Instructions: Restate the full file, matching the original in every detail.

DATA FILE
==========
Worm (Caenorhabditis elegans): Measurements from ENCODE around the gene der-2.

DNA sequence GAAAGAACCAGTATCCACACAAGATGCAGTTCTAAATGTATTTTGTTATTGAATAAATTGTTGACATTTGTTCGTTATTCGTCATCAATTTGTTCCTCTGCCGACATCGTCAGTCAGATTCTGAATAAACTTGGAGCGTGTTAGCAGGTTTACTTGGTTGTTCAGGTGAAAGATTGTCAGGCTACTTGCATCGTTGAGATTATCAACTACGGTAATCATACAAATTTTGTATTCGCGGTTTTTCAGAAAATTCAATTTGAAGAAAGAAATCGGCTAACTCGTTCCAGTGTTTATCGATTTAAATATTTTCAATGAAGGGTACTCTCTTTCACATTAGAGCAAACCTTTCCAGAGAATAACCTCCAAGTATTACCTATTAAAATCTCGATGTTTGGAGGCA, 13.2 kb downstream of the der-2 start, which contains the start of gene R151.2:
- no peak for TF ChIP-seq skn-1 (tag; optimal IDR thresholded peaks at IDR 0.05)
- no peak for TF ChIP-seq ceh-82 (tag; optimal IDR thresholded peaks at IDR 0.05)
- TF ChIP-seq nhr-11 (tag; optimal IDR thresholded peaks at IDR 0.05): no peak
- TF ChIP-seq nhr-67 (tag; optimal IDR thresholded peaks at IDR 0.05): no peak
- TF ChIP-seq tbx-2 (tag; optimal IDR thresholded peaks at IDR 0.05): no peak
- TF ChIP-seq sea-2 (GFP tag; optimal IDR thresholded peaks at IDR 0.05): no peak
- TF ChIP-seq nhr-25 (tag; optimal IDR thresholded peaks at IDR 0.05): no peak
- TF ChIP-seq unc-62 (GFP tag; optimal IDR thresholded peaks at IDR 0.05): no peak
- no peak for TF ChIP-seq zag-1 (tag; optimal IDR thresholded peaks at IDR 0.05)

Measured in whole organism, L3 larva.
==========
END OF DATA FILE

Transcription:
Worm (Caenorhabditis elegans): Measurements from ENCODE around the gene der-2.

DNA sequence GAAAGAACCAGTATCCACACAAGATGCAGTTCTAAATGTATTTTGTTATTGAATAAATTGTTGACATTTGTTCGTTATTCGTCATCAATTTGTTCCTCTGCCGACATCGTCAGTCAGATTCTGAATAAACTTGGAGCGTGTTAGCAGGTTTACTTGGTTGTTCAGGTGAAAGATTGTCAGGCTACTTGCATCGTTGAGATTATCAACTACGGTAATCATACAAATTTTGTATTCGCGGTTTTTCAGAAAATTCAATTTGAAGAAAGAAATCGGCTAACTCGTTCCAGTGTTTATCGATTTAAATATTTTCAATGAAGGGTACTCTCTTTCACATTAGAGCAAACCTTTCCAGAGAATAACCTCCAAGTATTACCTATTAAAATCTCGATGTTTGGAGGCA, 13.2 kb downstream of the der-2 start, which contains the start of gene R151.2:
- no peak for TF ChIP-seq skn-1 (tag; optimal IDR thresholded peaks at IDR 0.05)
- no peak for TF ChIP-seq ceh-82 (tag; optimal IDR thresholded peaks at IDR 0.05)
- TF ChIP-seq nhr-11 (tag; optimal IDR thresholded peaks at IDR 0.05): no peak
- TF ChIP-seq nhr-67 (tag; optimal IDR thresholded peaks at IDR 0.05): no peak
- TF ChIP-seq tbx-2 (tag; optimal IDR thresholded peaks at IDR 0.05): no peak
- TF ChIP-seq sea-2 (GFP tag; optimal IDR thresholded peaks at IDR 0.05): no peak
- TF ChIP-seq nhr-25 (tag; optimal IDR thresholded peaks at IDR 0.05): no peak
- TF ChIP-seq unc-62 (GFP tag; optimal IDR thresholded peaks at IDR 0.05): no peak
- no peak for TF ChIP-seq zag-1 (tag; optimal IDR thresholded peaks at IDR 0.05)

Measured in whole organism, L3 larva.